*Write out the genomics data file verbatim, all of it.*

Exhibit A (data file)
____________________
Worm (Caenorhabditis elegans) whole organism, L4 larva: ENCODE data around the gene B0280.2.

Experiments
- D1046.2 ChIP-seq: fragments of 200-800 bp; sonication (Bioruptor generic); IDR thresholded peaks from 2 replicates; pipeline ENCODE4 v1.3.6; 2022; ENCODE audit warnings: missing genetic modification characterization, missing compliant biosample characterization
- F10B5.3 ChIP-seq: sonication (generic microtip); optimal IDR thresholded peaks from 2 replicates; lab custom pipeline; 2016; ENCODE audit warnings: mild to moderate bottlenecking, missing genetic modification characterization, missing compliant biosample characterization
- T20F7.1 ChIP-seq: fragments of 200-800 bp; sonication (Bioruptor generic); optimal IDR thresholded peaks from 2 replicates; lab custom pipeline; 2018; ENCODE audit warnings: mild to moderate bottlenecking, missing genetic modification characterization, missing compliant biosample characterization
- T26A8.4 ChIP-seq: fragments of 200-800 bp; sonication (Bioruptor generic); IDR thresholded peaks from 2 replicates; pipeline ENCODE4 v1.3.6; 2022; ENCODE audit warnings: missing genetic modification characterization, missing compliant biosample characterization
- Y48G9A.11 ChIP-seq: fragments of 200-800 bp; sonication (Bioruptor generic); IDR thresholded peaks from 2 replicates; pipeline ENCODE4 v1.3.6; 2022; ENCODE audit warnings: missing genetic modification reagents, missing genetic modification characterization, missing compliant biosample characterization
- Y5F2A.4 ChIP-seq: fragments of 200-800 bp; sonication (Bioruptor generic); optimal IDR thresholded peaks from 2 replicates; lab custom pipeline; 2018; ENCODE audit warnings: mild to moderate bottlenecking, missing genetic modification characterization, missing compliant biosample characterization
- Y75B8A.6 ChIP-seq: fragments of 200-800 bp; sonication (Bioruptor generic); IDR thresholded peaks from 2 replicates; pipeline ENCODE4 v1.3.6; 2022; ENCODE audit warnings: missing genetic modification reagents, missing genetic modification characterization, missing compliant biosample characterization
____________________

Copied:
Worm (Caenorhabditis elegans) whole organism, L4 larva: ENCODE data around the gene B0280.2.

Experiments
- D1046.2 ChIP-seq: fragments of 200-800 bp; sonication (Bioruptor generic); IDR thresholded peaks from 2 replicates; pipeline ENCODE4 v1.3.6; 2022; ENCODE audit warnings: missing genetic modification characterization, missing compliant biosample characterization
- F10B5.3 ChIP-seq: sonication (generic microtip); optimal IDR thresholded peaks from 2 replicates; lab custom pipeline; 2016; ENCODE audit warnings: mild to moderate bottlenecking, missing genetic modification characterization, missing compliant biosample characterization
- T20F7.1 ChIP-seq: fragments of 200-800 bp; sonication (Bioruptor generic); optimal IDR thresholded peaks from 2 replicates; lab custom pipeline; 2018; ENCODE audit warnings: mild to moderate bottlenecking, missing genetic modification characterization, missing compliant biosample characterization
- T26A8.4 ChIP-seq: fragments of 200-800 bp; sonication (Bioruptor generic); IDR thresholded peaks from 2 replicates; pipeline ENCODE4 v1.3.6; 2022; ENCODE audit warnings: missing genetic modification characterization, missing compliant biosample characterization
- Y48G9A.11 ChIP-seq: fragments of 200-800 bp; sonication (Bioruptor generic); IDR thresholded peaks from 2 replicates; pipeline ENCODE4 v1.3.6; 2022; ENCODE audit warnings: missing genetic modification reagents, missing genetic modification characterization, missing compliant biosample characterization
- Y5F2A.4 ChIP-seq: fragments of 200-800 bp; sonication (Bioruptor generic); optimal IDR thresholded peaks from 2 replicates; lab custom pipeline; 2018; ENCODE audit warnings: mild to moderate bottlenecking, missing genetic modification characterization, missing compliant biosample characterization
- Y75B8A.6 ChIP-seq: fragments of 200-800 bp; sonication (Bioruptor generic); IDR thresholded peaks from 2 replicates; pipeline ENCODE4 v1.3.6; 2022; ENCODE audit warnings: missing genetic modification reagents, missing genetic modification characterization, missing compliant biosample characterization